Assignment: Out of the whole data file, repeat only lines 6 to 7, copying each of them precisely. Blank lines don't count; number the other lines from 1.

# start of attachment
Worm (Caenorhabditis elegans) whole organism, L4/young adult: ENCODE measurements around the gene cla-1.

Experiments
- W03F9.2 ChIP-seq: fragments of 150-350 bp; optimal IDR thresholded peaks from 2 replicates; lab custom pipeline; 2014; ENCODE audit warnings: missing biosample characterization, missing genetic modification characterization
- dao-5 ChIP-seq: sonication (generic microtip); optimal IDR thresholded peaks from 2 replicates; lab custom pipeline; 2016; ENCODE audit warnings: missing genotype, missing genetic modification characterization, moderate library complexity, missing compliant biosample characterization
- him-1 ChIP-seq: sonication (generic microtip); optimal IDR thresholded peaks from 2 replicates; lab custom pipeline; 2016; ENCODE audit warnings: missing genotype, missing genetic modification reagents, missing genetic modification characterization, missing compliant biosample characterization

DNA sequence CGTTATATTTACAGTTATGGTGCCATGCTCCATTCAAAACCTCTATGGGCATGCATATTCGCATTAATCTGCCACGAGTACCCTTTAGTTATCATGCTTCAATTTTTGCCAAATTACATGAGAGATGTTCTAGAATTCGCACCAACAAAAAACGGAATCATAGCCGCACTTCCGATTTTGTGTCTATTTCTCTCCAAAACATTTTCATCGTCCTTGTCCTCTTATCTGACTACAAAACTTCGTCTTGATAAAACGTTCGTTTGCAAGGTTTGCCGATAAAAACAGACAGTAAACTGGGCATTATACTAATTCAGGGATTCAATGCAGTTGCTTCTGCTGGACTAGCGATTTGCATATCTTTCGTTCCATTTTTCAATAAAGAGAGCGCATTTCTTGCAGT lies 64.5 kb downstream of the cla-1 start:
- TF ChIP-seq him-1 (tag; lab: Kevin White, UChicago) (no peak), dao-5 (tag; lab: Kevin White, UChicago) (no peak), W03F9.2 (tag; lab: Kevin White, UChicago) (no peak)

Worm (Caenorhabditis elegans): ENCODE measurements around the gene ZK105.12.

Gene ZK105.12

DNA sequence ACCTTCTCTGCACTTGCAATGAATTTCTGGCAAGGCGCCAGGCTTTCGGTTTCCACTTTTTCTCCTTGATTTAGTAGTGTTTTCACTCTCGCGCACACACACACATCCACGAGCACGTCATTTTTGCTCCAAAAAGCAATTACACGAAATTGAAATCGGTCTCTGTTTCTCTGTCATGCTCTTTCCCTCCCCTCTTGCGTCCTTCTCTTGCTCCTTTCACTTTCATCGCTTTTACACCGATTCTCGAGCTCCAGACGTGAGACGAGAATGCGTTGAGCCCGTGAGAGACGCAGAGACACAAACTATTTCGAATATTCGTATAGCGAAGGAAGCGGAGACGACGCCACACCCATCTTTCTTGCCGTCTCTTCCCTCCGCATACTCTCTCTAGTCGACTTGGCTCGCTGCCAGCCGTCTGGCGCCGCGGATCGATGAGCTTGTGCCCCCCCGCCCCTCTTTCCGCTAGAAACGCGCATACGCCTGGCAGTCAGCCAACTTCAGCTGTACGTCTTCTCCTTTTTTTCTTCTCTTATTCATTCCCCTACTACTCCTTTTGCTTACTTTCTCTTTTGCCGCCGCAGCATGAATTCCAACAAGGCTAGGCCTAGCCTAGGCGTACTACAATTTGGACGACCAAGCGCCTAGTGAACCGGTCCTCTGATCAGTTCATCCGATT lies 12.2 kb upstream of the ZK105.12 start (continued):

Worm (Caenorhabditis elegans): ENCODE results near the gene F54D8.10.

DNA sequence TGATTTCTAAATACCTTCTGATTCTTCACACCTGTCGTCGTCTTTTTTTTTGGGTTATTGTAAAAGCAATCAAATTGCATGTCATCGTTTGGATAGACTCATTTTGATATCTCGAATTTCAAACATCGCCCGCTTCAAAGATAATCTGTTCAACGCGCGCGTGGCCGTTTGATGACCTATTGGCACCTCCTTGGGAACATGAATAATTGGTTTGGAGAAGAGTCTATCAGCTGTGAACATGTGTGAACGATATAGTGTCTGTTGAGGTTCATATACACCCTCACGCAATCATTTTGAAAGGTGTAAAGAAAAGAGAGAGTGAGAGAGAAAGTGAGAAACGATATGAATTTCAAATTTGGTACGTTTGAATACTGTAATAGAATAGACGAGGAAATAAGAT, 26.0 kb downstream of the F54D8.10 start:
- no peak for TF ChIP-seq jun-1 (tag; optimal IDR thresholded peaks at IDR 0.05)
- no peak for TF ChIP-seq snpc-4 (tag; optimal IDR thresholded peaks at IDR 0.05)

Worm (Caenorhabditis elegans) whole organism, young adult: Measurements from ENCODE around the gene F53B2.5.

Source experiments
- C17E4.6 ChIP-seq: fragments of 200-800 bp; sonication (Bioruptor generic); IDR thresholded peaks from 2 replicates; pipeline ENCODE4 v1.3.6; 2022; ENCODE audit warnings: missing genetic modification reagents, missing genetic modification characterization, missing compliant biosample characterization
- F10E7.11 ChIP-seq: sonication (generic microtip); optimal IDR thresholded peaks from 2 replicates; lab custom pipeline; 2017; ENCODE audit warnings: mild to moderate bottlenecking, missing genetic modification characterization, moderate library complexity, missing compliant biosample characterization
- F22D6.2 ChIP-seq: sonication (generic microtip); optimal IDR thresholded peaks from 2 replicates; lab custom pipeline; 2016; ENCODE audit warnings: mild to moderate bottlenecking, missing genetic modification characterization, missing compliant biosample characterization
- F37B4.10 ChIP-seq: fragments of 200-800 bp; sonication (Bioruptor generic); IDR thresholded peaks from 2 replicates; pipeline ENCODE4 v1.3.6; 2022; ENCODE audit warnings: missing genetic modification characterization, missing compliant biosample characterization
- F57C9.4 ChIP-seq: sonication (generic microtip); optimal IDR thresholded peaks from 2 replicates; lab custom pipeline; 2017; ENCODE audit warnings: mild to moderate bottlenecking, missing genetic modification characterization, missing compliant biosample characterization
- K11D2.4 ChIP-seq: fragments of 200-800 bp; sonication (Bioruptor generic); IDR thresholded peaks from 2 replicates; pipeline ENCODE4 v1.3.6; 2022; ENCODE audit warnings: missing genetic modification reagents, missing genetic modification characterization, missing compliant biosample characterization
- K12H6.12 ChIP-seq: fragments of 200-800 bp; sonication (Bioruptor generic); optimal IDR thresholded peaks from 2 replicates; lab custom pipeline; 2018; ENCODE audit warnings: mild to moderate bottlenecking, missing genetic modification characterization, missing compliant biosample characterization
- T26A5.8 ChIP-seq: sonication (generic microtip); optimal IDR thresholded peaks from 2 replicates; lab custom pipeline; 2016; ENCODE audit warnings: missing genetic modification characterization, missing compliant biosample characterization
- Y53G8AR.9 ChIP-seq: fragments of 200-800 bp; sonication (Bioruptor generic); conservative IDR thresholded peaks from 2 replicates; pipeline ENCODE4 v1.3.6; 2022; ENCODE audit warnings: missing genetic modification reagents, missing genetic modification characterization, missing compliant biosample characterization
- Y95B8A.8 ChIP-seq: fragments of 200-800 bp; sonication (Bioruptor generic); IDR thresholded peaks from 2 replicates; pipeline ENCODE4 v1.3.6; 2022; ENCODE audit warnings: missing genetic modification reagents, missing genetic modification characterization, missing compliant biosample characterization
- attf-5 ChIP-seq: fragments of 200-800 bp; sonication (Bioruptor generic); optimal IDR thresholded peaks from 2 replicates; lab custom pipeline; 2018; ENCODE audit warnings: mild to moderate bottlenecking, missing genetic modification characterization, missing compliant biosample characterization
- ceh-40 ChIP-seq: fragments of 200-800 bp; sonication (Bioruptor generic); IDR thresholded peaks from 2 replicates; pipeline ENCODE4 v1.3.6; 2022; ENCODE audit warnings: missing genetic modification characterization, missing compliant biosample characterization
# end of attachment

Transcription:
DNA sequence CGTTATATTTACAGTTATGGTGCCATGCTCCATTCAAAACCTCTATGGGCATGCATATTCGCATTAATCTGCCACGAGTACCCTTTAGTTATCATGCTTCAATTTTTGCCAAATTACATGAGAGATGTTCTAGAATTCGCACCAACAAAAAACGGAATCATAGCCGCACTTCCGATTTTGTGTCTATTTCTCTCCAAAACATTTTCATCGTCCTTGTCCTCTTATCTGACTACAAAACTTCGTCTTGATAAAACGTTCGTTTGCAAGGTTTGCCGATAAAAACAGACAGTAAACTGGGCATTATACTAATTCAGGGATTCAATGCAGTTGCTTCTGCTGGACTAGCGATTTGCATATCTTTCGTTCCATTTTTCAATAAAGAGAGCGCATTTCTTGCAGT lies 64.5 kb downstream of the cla-1 start:
- TF ChIP-seq him-1 (tag; lab: Kevin White, UChicago) (no peak), dao-5 (tag; lab: Kevin White, UChicago) (no peak), W03F9.2 (tag; lab: Kevin White, UChicago) (no peak)